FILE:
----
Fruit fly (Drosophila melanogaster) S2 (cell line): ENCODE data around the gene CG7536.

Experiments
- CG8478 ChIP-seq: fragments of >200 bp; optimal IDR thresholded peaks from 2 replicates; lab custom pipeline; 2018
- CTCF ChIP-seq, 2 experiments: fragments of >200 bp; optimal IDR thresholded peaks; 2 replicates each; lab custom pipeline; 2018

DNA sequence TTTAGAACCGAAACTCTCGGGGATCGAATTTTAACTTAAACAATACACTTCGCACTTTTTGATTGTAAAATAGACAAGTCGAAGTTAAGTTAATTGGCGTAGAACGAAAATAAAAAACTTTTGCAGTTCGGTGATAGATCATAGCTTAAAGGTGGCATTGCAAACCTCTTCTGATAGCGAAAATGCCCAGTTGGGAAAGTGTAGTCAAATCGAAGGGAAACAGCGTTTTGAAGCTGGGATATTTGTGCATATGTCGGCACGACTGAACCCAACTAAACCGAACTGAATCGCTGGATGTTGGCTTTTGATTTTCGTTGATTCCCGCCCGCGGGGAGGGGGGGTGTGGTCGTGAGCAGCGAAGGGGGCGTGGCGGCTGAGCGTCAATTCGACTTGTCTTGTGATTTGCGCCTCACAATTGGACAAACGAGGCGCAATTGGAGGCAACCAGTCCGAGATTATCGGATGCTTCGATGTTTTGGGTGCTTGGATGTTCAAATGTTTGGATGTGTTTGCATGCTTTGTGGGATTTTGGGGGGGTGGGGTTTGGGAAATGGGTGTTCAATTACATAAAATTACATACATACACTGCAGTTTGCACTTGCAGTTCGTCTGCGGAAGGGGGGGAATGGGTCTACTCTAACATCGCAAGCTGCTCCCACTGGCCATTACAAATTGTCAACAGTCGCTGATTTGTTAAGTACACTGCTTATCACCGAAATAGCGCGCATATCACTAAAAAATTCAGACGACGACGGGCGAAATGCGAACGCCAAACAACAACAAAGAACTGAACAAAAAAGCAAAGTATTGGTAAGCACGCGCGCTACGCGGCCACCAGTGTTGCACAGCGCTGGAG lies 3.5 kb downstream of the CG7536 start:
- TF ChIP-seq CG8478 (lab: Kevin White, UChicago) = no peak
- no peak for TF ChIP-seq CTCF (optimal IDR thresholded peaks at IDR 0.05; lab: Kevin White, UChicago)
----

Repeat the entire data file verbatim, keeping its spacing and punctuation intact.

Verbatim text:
Fruit fly (Drosophila melanogaster) S2 (cell line): ENCODE data around the gene CG7536.

Experiments
- CG8478 ChIP-seq: fragments of >200 bp; optimal IDR thresholded peaks from 2 replicates; lab custom pipeline; 2018
- CTCF ChIP-seq, 2 experiments: fragments of >200 bp; optimal IDR thresholded peaks; 2 replicates each; lab custom pipeline; 2018

DNA sequence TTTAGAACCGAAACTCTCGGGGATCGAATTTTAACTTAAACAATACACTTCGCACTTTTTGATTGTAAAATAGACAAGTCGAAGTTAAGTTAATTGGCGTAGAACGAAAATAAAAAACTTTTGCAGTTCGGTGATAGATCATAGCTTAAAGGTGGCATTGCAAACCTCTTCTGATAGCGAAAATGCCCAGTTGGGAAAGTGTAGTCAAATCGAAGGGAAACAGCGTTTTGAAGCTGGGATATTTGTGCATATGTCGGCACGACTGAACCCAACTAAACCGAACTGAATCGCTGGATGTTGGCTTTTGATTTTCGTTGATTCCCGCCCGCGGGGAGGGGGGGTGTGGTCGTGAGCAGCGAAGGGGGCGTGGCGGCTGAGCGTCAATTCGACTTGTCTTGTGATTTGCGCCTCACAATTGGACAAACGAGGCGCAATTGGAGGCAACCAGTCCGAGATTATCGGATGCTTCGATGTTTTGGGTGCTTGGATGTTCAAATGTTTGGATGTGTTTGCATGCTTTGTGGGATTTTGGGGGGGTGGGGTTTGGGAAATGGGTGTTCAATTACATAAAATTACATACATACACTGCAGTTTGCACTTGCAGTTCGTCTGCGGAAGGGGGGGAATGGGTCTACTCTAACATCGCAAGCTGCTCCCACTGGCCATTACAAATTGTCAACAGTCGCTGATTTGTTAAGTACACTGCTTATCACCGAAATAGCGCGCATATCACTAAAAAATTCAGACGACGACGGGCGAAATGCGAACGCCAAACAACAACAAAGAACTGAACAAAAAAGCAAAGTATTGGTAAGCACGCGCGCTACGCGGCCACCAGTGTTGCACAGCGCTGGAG lies 3.5 kb downstream of the CG7536 start:
- TF ChIP-seq CG8478 (lab: Kevin White, UChicago) = no peak
- no peak for TF ChIP-seq CTCF (optimal IDR thresholded peaks at IDR 0.05; lab: Kevin White, UChicago)